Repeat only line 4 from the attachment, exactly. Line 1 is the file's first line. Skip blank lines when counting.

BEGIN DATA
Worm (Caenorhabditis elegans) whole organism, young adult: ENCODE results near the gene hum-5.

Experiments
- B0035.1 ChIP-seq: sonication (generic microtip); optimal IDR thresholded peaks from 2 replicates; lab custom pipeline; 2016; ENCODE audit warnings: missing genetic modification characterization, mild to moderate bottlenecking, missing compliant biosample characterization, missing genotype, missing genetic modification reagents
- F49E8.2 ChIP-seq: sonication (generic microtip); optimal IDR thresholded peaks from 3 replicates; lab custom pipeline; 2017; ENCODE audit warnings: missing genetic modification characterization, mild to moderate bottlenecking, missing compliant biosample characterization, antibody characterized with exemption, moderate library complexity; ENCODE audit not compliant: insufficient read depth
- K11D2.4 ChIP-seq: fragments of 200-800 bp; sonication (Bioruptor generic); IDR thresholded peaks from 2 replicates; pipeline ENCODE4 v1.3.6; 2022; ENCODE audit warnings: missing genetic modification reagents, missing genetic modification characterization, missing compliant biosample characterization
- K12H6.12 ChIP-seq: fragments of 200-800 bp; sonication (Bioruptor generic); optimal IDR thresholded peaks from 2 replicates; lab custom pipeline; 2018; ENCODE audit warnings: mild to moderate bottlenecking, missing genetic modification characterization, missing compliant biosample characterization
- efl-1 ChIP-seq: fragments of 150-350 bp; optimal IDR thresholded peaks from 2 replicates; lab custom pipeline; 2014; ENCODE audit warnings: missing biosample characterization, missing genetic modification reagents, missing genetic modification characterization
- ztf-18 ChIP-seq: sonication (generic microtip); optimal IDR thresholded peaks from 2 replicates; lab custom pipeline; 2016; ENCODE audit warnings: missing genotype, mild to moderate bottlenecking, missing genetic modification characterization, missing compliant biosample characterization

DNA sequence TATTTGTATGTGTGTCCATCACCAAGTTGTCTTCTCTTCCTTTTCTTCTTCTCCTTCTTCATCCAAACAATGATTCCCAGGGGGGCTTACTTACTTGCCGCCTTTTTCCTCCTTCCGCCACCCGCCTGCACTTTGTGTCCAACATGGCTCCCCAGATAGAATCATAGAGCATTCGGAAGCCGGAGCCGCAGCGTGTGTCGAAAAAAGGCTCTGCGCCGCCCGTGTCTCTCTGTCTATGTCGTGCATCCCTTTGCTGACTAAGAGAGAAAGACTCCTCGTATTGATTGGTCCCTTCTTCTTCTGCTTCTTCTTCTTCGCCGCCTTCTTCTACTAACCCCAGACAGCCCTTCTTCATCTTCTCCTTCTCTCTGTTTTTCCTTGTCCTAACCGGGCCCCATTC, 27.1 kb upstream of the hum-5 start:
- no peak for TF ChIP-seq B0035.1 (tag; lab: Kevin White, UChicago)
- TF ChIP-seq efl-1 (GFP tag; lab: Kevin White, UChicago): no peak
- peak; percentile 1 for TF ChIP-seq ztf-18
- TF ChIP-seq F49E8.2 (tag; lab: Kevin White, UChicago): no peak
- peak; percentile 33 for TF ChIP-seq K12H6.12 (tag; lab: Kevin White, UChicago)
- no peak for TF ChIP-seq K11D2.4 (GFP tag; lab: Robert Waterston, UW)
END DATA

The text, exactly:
- F49E8.2 ChIP-seq: sonication (generic microtip); optimal IDR thresholded peaks from 3 replicates; lab custom pipeline; 2017; ENCODE audit warnings: missing genetic modification characterization, mild to moderate bottlenecking, missing compliant biosample characterization, antibody characterized with exemption, moderate library complexity; ENCODE audit not compliant: insufficient read depth